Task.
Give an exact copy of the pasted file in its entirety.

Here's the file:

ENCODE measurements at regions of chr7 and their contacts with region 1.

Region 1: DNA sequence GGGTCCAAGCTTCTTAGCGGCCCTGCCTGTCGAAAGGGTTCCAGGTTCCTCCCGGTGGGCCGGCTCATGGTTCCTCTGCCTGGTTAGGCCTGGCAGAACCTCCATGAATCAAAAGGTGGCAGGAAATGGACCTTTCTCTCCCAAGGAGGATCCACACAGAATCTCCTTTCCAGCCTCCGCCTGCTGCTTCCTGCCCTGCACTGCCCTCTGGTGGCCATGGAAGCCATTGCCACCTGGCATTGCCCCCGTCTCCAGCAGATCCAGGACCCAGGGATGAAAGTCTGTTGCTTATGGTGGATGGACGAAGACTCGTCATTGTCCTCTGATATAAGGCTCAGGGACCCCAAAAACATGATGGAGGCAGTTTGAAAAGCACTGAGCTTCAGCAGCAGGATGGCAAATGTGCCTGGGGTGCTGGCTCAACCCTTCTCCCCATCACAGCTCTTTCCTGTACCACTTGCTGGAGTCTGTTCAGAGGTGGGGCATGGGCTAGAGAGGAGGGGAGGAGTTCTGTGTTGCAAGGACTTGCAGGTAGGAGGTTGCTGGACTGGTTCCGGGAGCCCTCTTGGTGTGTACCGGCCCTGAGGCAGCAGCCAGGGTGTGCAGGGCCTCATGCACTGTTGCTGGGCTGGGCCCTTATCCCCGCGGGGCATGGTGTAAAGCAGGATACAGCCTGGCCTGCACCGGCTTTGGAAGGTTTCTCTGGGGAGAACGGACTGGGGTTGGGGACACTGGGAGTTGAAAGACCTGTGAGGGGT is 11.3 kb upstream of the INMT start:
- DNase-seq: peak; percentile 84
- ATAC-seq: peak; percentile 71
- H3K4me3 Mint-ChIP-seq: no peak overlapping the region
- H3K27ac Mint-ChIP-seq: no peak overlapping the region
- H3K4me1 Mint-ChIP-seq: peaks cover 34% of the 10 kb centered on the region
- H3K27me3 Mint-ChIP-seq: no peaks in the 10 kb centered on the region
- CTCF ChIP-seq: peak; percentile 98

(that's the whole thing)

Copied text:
ENCODE measurements at regions of chr7 and their contacts with region 1.

Region 1: DNA sequence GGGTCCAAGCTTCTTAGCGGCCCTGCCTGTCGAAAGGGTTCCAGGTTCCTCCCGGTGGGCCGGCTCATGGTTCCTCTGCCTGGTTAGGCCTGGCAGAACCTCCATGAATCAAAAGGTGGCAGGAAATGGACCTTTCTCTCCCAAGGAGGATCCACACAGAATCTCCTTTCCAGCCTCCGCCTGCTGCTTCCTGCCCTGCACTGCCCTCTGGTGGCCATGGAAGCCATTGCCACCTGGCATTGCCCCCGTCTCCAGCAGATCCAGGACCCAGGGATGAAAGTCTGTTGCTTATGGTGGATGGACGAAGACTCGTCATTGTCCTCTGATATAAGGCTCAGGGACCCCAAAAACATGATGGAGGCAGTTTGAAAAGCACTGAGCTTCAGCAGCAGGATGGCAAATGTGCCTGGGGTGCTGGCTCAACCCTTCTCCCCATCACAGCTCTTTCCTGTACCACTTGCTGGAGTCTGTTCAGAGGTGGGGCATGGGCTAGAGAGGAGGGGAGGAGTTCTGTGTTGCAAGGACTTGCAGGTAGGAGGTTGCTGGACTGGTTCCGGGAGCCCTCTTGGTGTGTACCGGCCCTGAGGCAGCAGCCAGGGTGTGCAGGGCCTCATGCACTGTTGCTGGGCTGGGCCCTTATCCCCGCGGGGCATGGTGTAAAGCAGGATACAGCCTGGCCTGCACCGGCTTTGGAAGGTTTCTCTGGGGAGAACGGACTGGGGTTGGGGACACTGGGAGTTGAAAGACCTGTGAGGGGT is 11.3 kb upstream of the INMT start:
- DNase-seq: peak; percentile 84
- ATAC-seq: peak; percentile 71
- H3K4me3 Mint-ChIP-seq: no peak overlapping the region
- H3K27ac Mint-ChIP-seq: no peak overlapping the region
- H3K4me1 Mint-ChIP-seq: peaks cover 34% of the 10 kb centered on the region
- H3K27me3 Mint-ChIP-seq: no peaks in the 10 kb centered on the region
- CTCF ChIP-seq: peak; percentile 98